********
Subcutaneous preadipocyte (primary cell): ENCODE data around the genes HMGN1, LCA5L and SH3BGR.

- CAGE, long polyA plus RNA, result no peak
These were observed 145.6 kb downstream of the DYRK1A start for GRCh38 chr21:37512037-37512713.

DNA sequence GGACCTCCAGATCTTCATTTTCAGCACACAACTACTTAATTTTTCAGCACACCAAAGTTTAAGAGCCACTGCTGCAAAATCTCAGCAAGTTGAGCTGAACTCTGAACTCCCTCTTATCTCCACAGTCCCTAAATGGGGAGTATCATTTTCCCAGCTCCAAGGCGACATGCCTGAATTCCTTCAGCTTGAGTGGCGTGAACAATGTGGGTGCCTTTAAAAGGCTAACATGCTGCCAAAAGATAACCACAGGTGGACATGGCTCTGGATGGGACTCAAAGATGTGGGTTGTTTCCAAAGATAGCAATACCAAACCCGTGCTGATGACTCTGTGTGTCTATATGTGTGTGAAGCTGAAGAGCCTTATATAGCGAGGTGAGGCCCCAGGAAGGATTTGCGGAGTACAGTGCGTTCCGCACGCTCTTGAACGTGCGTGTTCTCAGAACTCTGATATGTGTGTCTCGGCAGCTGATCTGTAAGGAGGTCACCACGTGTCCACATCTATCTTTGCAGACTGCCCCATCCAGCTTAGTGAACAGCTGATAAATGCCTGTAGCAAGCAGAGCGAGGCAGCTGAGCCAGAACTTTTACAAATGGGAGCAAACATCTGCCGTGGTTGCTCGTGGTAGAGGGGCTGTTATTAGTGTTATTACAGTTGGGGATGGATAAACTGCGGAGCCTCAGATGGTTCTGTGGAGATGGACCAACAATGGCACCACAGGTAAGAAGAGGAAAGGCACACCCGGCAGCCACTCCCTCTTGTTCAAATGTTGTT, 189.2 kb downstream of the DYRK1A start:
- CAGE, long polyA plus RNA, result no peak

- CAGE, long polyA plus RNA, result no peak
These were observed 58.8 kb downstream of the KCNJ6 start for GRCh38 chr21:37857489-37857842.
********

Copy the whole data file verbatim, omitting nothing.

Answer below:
Subcutaneous preadipocyte (primary cell): ENCODE data around the genes HMGN1, LCA5L and SH3BGR.

- CAGE, long polyA plus RNA, result no peak
These were observed 145.6 kb downstream of the DYRK1A start for GRCh38 chr21:37512037-37512713.

DNA sequence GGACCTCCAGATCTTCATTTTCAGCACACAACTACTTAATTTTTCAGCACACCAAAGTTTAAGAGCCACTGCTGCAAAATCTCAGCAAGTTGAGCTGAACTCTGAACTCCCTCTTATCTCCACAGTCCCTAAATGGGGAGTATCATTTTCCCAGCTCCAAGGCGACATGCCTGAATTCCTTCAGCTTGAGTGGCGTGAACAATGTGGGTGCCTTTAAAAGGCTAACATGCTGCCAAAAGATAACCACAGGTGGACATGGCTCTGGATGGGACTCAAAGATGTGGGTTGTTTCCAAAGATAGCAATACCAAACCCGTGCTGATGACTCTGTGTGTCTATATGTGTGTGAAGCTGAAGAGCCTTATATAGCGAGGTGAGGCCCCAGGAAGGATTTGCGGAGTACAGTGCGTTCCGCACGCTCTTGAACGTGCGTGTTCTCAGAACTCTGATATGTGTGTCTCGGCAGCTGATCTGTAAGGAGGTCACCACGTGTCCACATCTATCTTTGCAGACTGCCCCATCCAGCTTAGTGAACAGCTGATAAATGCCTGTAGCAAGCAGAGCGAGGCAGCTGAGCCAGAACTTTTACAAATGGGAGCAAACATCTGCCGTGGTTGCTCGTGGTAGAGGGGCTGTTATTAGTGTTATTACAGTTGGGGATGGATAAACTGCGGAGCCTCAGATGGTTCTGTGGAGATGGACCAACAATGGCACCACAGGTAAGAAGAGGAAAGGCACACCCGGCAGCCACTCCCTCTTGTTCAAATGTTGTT, 189.2 kb downstream of the DYRK1A start:
- CAGE, long polyA plus RNA, result no peak

- CAGE, long polyA plus RNA, result no peak
These were observed 58.8 kb downstream of the KCNJ6 start for GRCh38 chr21:37857489-37857842.